To be cheek to jowl with

Alfry

Senior Member
Italian
hello everybody.

I need your help to understand the following sentence

Most of the bar stools were taken. The place was cheek to jowl with business suits, male and female. A spattering of work boots and tans that ended at the elbow.....

here's my try:
molti degli sgabelli del bar erano occupati. il posto era un guancia a guancia(??? - fianco a fianco) di abiti eleganti da ufficio, maschili e femminili. una spruzzatina di stivali da lavoro ed abbronzature che terminavano ai gomiti (credo quelle tipiche di chi lavora sotto il sole)

thanks in advance for your help ;)
 
  • ikester

    Senior Member
    US - American English
    Alfry said:
    hello everybody.

    I need your help to understand the following sentence

    Most of the bar stools were taken. The place was cheek to jowl with business suits, male and female. A spattering of work boots and tans that ended at the elbow.....

    here's my try:
    molti degli sgabelli del bar erano occupati. il posto era un guancia a guancia(??? - fianco a fianco) di abiti eleganti da ufficio, maschili e femminili. una spruzzatina di stivali da lavoro ed abbronzature che terminavano ai gomiti (credo quelle tipiche di chi lavora sotto il sole)

    thanks in advance for your help ;)
    "cheek to jowl" simply means very crowded. "Fianco a fianco" would be a good translation.

    I've never heard "guancia a guancia" used in Italian. In AmE, "cheek to cheek" almost always refers to romantic dancing. How is it used in Italian?

    The rest of your interpretation is correct. The boots and the "mezzamanica" tans refer to what are also known as "blue collar" workers -- people who do manual labor for a living.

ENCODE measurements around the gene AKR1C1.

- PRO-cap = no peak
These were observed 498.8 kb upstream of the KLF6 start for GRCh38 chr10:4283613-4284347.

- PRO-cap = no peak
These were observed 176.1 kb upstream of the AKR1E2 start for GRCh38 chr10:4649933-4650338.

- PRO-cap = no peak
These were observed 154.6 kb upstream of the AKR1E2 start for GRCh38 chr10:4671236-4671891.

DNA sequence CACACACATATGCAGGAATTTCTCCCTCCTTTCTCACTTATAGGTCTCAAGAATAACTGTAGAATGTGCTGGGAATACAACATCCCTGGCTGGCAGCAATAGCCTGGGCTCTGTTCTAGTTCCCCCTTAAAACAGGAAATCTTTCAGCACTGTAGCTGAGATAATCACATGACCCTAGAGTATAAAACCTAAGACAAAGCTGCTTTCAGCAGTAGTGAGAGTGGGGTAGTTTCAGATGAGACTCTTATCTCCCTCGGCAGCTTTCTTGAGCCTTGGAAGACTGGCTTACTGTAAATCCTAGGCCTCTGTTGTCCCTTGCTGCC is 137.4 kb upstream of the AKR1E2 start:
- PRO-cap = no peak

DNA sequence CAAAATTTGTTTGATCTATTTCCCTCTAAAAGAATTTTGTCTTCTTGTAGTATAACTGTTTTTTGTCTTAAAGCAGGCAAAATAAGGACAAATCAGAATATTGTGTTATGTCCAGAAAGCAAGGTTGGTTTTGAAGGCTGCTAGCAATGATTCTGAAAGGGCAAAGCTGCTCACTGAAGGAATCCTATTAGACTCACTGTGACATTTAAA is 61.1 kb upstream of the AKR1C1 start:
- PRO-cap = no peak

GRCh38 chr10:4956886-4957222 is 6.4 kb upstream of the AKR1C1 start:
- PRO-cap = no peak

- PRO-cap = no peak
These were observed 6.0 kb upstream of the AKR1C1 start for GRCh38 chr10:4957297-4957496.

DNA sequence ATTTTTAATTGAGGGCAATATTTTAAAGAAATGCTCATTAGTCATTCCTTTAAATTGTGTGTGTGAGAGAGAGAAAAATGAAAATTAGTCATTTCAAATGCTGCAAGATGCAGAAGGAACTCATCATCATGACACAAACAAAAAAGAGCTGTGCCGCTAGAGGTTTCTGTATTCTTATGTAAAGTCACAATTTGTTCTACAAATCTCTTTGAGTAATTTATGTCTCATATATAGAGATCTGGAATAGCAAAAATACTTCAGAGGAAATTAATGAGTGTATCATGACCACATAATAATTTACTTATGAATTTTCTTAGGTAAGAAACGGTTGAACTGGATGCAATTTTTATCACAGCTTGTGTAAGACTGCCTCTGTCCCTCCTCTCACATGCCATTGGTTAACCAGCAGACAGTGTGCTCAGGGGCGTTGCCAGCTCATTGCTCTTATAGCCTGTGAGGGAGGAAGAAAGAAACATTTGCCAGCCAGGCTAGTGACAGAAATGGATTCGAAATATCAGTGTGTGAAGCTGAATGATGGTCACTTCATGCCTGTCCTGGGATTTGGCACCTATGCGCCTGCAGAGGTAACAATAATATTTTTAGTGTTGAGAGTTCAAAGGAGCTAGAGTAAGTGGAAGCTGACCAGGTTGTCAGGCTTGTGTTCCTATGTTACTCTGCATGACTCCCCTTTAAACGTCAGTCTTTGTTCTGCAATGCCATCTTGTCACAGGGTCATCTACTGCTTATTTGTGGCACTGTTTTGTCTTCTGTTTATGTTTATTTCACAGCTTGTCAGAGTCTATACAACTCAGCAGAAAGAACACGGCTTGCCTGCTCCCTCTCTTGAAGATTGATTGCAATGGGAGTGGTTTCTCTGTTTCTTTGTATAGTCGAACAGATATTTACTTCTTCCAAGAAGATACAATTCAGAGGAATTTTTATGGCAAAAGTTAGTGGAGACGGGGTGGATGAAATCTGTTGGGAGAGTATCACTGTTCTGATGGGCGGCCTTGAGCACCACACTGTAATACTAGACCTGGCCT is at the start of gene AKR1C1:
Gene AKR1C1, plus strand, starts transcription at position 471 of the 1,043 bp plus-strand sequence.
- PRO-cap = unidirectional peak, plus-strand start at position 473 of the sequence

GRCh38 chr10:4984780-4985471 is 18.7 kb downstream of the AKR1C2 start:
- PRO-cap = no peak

ciao,
     

    mimitabby

    Senior Member
    usa, english
    Yes, Alfry, the place was really full of these people.
    Which term would YOU use for italian, Guancia a Guancia or Fianco a fianco?
    The english is very vivid, makes you think of being too close to people.
    I would say you got it right.
     

    Alfry

    Senior Member
    Italian
    grazie ragazzi,
    we often say "guancia a guancia" for romantic situations:
    * stare guancia a guancia, ballare guancia a guancia (more or less your 'cheek to cheek', I'd say more more than less ;) )

    we also say fianco a fianco or gomito a gomito:
    * lavorare gomito a gomito, studiare fianco a fianco... and so on
     

    Aeneas

    Member
    U. S. - English
    We also say 'like sardines in a can.'
    If you were in close quarters like that and it later became less crowded, we say you then have 'elbow room.' Not exactly related, but gomito reminded me.
     

    Alfry

    Senior Member
    Italian
    I think it is different.
    'cheek to cheek' (I've in my mind a song that goes something like this "... dancing cheek to cheek...") implies a romantic action

    'check to jowl' means a place full of persons sitting (since my example takes place in a bar) side by side, too close to one another, just like the ones described by my example.
     

    Panpan

    Senior Member
    England, English
    The usual phrase in British English is 'cheek by jowl'. It means very close together or side by side. E.g. 'Living cheek by jowl' means living in overcrowded conditions.

    Hope that helps

    Panpan
     
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